This post highlights a few of Romney’s policies that would undermine free markets and expand the public sector.

If all one cares about is whether politicians have an “R” or a “D” after their names, then my concerns don’t matter.

But if you’re actually interested in making America a better place, then policy matters a lot.

I’ll close with a final point. I have no idea whether Romney is a closet statist or a closet Reaganite. All I’m saying is that, if Romney wins, people who value limited government and freedom should begin working on November 7 to take whatever steps are necessary to prevent Romney from becoming another RINO such as Bush or Nixon.

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Wow. I wasn’t surprised to learn that the United States dropped in the new rankings unveiled today in Economic Freedom of the World.

But I’m somewhat shocked to learn that we fell from 10th last year all the way down to 18th this year, as can be seen on the chart (click to enlarge).

Last year, the U.S. fell from 7th to 10th, and I though dropping three spots was bad. But falling by eight spots this past year is a stunning decline.

Who would have thought that Scandinavian welfare states such as Denmark and Finland would rank higher than the United States? Or that Ireland, with all its problems, would be above America?

But since I’m not a misery-loves-company guy, I’m happy to see some nations doing well. I’ve previously highlighted the good policies in Hong Kong and Singapore. And I’ve trumpeted the good policies in Switzerland and Australia, as well as Canada, Chile, and Estonia.

So kudos to the leaders in those nations.

American politicians, by contrast, deserve scorn. Let’s update the chart I posted when last year’s report was issued.

As you can see, it’s an understatement to say that the United States is heading in the wrong direction. We’re still considerably ahead of interventionist welfare states such as France and Italy, though I’m afraid to think about what the U.S. score will be five years from now.

Here’s what the authors of the report had to say about America’s decline.

The United States, long considered the standard bearer for economic freedom among large industrial nations, has experienced a substantial decline in economic freedom during the past decade. From 1980 to 2000, the United States was generally rated the third freest economy in the world, ranking behind only Hong Kong and Singapore. After increasing steadily during the period from 1980 to 2000, the chainlinked EFW rating of the United States fell from 8.65 in 2000 to 8.21 in 2005 and 7.70 in 2010. The chain-linked ranking of the United States has fallen precipitously from second in 2000 to eighth in 2005 and 19th in 2010 (unadjusted ranking of 18th).

For those interested in why the United States has dropped, the “size of government” score has fallen from 8.65 in 2000 to 7.70 in the latest report. That’s not a surprise since the burden of government spending has exploded during the Bush-Obama years.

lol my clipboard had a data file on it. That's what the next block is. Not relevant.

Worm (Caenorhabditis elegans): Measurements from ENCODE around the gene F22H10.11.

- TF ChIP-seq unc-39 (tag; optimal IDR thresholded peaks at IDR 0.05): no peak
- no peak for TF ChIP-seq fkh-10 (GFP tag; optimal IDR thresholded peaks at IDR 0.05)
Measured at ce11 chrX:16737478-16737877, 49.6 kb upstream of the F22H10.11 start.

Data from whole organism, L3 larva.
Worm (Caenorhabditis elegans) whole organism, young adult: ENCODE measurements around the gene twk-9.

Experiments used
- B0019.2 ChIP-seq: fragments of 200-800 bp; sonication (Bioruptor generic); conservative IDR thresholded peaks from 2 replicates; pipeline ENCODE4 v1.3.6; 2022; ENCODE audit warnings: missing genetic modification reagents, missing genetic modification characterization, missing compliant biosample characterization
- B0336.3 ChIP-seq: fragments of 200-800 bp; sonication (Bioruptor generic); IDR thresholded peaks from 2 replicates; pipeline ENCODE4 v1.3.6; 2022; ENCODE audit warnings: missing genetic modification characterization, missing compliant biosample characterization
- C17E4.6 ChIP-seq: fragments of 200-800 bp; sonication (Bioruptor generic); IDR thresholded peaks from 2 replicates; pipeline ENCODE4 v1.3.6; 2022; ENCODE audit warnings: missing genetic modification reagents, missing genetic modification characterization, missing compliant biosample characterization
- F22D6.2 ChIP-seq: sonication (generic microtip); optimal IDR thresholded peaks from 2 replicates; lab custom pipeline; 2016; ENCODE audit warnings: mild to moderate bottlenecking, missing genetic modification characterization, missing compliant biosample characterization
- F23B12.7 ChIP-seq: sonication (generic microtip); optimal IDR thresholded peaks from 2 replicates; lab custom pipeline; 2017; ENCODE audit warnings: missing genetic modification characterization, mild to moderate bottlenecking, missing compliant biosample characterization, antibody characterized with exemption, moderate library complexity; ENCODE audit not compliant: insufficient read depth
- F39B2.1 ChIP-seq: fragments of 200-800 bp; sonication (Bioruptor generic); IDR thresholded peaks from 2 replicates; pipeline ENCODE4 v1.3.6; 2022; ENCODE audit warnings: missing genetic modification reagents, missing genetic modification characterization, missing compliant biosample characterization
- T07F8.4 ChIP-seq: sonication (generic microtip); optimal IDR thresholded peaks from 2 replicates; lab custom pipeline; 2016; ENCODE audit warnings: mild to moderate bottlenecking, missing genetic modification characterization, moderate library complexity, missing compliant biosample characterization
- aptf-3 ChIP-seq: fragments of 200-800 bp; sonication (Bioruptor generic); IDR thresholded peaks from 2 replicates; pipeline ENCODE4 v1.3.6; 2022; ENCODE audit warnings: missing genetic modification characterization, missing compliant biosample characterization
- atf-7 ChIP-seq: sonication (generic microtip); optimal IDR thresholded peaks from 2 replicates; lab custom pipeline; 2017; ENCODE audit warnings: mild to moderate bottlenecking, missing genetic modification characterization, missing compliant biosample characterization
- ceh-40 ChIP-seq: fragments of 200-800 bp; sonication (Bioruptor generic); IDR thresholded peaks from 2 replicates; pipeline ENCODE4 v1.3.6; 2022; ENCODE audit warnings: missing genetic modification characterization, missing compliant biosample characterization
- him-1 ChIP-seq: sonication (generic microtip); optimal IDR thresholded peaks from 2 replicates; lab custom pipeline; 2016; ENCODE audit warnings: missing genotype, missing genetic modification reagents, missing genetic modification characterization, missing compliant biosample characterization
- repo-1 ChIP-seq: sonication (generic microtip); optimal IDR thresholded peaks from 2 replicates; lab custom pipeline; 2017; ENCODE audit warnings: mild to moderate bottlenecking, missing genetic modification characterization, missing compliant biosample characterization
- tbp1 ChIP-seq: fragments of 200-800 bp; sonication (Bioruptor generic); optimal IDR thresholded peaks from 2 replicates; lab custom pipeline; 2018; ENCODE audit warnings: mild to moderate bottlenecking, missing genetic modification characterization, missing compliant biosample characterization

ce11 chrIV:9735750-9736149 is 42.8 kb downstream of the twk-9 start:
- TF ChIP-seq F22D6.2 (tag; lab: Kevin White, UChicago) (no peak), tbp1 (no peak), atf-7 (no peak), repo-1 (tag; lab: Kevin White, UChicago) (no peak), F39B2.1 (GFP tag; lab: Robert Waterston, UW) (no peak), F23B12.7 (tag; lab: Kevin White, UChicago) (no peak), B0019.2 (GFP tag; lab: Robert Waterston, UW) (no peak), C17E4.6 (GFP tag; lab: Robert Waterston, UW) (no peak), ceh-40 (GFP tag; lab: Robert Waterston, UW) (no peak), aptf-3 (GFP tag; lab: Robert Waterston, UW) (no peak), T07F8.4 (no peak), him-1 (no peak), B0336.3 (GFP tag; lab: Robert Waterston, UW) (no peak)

But the trade score also dropped significantly over the same period, from 8.78 to 7.65. So the protectionists should be happy, even though the rest of us have less prosperity.

The most dramatic decline, though, was the in the “legal system and property rights” category, where the U.S. plummeted from 9.23 in 2000 down to 7.12 in the new report. We’re not quite Argentina (3.76!), to be sure, but the trend is very troubling.

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The burden of federal spending in the United States was down to 18.2 percent of gross domestic product when Bill Clinton left office.

But this progress didn’t last long. Thanks to George Bush’s reckless spending policies, the federal budget grew about twice as fast as the economy, jumping by nearly 90 percent in just eight years This pushed federal spending up to about 25 percent of GDP.

President Obama promised hope and change, but he has kept spending at this high level rather than undoing the mistakes of his predecessor.

This new video from the Center for Freedom and Prosperity Foundation uses examples of waste, fraud, and abuse to highlight President Obama’s failed fiscal policy.

Good stuff, though the video actually understates the indictment against Obama. There is no mention, for instance, about all the new spending for Obamacare that will begin to take effect over the next few years.

But not everything can be covered in a 5-minute video. And I suspect the video is more effective because it closes instead with some discussion of the corrupt insider dealing of Obama’s so-called green energy programs.

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Statism is a bad idea, regardless of which political party is promoting bigger government. And it’s a really bad idea when people who should know better decide to increase the burden of government spending.

Consider, for example, the supposedly pro-marriage programs adopted last decade by Republicans. It turns out that millions of dollars were wasted and there was no positive impact on relationships.

Here are some excerpts from a story in Mother Jones.

With congressional Republicans beating the drum about profligate and wasteful government spending, they may want to take a hard look at a federal program pushed by a host of top GOPers during the Bush-era… Originally championed by Republican lawmakers including Iowa Sen. Chuck Grassley, former Pennsylvania Sen. Rick Santorum, and current Kansas Gov. Sam Brownback, a federal initiative to promote marriage as a cure for poverty dumped hundreds of millions of dollars into programs that either had no impact or a negative effect on the relationships of the couples who took part, according to recent research by the Department of Health and Human Services (HHS). …Starting in 2006, millions of dollars were hastily distributed to grantees… The money went to such enterprises as “Laugh Your Way America,” a program run by a non-Spanish speaking Wisconsin minister who used federal dollars to offer “Laugh Your Way to a Better Marriage” seminars to Latinos. It funded Rabbi Stephen Baars, a British rabbi who’d been giving his trademarked “Bliss” marriage seminars to upper-middle-class Jews in Montgomery County, Maryland, for years. …when the federal government started dumping million of poverty dollars into marriage education, there was virtually no research on how such programs would fare with poor, inner-city single moms. Now, though, the data is in, and it doesn’t look good for proponents of taxpayer funded marriage education. This month, HHS released the results of several years of research about the performance of the marriage programs, and it indicates that the Bush-era effort to encourage Americans (straight ones, at least) to walk down the aisle has been a serious flop. …Take the Building Healthy Families program…, couples in the eight pilot programs around the country actually broke up more frequently than those in a control group who didn’t get the relationship program. The program also prompted a drop in the involvement of fathers and the percentage who provided financial support.